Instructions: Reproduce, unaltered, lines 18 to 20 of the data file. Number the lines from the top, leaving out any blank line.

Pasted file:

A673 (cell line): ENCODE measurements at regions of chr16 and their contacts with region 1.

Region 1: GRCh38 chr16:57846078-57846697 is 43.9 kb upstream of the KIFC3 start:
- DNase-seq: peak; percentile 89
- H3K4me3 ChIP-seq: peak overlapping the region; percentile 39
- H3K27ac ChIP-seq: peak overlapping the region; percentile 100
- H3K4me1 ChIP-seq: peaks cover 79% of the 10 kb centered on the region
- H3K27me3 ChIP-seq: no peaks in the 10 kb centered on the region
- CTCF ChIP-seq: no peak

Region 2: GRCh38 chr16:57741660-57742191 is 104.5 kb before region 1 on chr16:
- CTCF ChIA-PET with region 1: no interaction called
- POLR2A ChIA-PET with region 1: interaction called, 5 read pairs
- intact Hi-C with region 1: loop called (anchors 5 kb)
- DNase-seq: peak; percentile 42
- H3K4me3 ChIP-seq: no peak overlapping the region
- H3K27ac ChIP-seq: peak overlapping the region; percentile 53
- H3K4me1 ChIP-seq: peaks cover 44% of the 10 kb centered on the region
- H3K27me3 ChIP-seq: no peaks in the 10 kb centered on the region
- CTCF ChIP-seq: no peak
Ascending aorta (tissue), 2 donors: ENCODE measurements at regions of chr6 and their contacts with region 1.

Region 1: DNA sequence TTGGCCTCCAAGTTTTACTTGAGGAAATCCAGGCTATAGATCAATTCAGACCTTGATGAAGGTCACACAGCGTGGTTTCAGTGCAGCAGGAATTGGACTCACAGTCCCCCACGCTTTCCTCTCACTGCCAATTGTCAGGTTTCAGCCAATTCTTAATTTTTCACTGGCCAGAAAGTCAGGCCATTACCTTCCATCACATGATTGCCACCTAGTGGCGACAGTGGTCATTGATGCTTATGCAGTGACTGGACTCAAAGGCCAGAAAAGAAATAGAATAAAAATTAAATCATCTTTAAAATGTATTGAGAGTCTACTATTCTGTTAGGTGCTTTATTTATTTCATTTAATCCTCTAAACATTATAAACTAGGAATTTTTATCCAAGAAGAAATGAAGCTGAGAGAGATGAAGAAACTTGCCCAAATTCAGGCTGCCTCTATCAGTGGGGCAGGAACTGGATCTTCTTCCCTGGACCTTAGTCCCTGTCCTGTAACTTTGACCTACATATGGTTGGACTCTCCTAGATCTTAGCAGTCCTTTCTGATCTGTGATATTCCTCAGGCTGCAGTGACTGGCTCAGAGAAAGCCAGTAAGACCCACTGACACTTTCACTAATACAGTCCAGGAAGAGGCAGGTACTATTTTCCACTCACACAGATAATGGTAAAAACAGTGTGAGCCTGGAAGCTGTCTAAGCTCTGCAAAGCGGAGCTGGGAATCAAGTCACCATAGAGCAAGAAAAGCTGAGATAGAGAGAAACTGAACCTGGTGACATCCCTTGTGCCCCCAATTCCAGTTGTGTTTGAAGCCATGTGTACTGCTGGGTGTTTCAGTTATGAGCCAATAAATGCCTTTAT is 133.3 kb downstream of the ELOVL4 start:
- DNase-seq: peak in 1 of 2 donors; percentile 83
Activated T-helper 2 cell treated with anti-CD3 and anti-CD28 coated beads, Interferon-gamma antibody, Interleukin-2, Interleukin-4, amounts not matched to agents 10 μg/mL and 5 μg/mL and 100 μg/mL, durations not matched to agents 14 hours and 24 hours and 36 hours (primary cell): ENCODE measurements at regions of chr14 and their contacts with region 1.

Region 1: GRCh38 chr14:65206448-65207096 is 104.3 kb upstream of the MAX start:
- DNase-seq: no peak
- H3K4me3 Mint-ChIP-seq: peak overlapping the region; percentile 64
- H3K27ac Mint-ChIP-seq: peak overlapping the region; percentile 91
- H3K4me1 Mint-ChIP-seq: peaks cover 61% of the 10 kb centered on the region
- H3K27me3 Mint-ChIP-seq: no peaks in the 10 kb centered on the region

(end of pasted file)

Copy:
- CTCF ChIP-seq: no peak
Ascending aorta (tissue), 2 donors: ENCODE measurements at regions of chr6 and their contacts with region 1.

Region 1: DNA sequence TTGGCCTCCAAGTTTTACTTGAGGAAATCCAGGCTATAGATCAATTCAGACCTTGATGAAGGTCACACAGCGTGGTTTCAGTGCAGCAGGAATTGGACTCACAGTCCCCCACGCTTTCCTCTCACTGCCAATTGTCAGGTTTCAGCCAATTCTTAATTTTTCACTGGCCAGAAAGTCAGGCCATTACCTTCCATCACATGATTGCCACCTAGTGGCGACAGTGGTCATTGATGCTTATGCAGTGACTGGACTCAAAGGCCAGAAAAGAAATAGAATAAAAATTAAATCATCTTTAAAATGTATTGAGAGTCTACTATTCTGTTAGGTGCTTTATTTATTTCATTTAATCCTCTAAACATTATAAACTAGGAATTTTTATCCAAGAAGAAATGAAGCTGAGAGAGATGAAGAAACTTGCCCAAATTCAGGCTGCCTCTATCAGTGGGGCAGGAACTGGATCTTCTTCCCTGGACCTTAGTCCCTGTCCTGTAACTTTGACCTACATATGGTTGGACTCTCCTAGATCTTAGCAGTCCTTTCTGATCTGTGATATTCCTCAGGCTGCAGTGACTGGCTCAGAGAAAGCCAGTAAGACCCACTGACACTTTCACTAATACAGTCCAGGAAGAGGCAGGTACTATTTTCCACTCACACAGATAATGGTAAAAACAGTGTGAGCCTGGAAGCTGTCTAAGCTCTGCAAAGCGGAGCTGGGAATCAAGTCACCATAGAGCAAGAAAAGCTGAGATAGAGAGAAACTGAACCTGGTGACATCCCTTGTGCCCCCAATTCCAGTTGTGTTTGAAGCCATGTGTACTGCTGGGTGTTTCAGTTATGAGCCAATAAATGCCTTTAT is 133.3 kb downstream of the ELOVL4 start: